Buenos Aires, by Noelia Diaco. Photo is not visible, used only for sharing on social networks.

Sailing on the Rio de la Plata

October 3, 2011
Puerto Norte, Buenos Aires
We finally had a chance to go sailing this weekend, with an expat group organized on Facebook. The original plan was for last week, but after we got to the docks at Puerto Norte, the captain informed us that the water level was too low, and the boat was stuck in the mud. (I asked our group organizer why, knowing the forecast, he couldn't have told her a few hours earlier, and was taught that in Argentina, people assume you won't trust them, so they wait to tell you everything in person, with visual proof.)

So there we were again this weekend for round 2. This time the water level was high enough to depart. (I had verified this earlier in the morning with a nautical forecast website, which also told me to expect 15 knot winds with 22 knot gusts.)

It was great to be out on the water - in this case, the Rio de la Plata, a massive river that feeds into the Atlantic ocean. (Contrary to the way it appears on a map, Buenos Aires is not actually on the ocean.) The captain was an older fellow who didn't speak any English, wasn't interested in teaching any Spanish sailing lingo, and ironically didn't seem to like having guests aboard, except when he was telling us about all the younger women he's dated. The winds were strong as forecasted, so he only raised half the jib and no mainsail, (a little lame).

Puerto Norte, where we sailed from, is in northern Buenos Aires, and seems to be where regular folks keep their boats. (The mud last week suggests that it could use some investment in dredging.) Puerto Madero is another port more central to the city, and is where the millionaires keep their boats, with a very small marina surrounded by luxury condos and an entrance fee just to walk into the yacht club.

I managed to learn a few words: A sail is a vela. Starboard (right) is estribor, I think; not sure about port (left). The sheets are escotas and the halyards are drizas. I learned that there are no boat clubs that will rent to strangers, because of the liability laws in Argentina (the boat owner is always responsible), and even if I bought a boat myself, I couldn't sail it without a license. Conveniently, he does sailing courses! Though if I were to take one, it wouldn't be with him - someone so uninterested in sharing knowledge without getting paid explicitly to do so would not make a good teacher, in my humble opinion. (Some English to bridge the language gap wouldn't hurt, either.)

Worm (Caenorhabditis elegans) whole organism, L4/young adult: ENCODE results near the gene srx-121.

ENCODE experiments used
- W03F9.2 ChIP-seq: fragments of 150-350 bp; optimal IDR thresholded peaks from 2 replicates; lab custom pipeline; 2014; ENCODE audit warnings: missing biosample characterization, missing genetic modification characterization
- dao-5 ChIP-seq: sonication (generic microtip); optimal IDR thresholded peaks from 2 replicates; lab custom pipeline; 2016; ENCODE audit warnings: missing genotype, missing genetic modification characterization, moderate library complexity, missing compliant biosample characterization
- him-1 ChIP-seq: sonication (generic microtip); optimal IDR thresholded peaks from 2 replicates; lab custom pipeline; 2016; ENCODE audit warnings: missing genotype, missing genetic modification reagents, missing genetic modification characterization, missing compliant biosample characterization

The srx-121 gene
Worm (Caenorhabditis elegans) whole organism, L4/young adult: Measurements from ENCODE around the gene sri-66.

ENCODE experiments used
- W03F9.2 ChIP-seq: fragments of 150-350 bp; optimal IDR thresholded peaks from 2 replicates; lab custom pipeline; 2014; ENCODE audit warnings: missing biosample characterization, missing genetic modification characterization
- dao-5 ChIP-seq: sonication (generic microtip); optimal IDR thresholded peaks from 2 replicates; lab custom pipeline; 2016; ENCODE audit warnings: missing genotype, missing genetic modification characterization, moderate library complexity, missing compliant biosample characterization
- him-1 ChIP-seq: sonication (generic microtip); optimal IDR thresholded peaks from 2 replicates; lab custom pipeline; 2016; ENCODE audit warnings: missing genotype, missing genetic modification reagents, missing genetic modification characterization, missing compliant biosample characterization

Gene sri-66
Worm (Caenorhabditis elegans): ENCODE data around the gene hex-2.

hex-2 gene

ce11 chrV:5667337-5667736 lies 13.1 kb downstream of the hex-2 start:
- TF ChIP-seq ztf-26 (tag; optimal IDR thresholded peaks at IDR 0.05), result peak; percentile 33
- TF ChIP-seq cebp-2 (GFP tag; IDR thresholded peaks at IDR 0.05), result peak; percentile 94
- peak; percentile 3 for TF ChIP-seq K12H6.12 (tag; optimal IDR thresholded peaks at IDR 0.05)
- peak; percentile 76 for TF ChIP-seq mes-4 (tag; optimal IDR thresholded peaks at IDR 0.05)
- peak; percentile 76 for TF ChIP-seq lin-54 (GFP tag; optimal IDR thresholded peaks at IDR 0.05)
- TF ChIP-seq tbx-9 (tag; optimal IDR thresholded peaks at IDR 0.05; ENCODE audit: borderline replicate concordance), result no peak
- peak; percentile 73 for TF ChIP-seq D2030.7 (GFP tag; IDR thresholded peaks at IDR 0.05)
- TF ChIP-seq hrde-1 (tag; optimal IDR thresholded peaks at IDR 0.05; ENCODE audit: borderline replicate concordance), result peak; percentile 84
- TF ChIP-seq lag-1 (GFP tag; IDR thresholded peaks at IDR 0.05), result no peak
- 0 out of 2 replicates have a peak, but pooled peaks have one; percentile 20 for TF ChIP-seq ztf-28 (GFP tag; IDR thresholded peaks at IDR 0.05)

He did share that it costs around 3000 pesos (USD$700) per month to dock and maintain a boat at Puerto Norte. Some napkin math suggests that he merely has to take out two or three groups for two hours each, one weekend a month, and he's covered all his expenses. Smart way to own a boat!

When I get a bicycle, hopefully in the next two weeks, I'll ride further north to another marina that seems to house smaller boats (judging from the catamarans and Lasers we passed in that direction). I'm hoping there's a way for me to take the helm up there.

Sailing Rio De La Plata Oct 1 2011

Another boat taking more advantage of the wind

- Ben

1 comment:

  1. That's pretty cool. I'm curious, how many people does he take out on each trip?
    And your tracking of the boat was spot-on...was that done on your phone?


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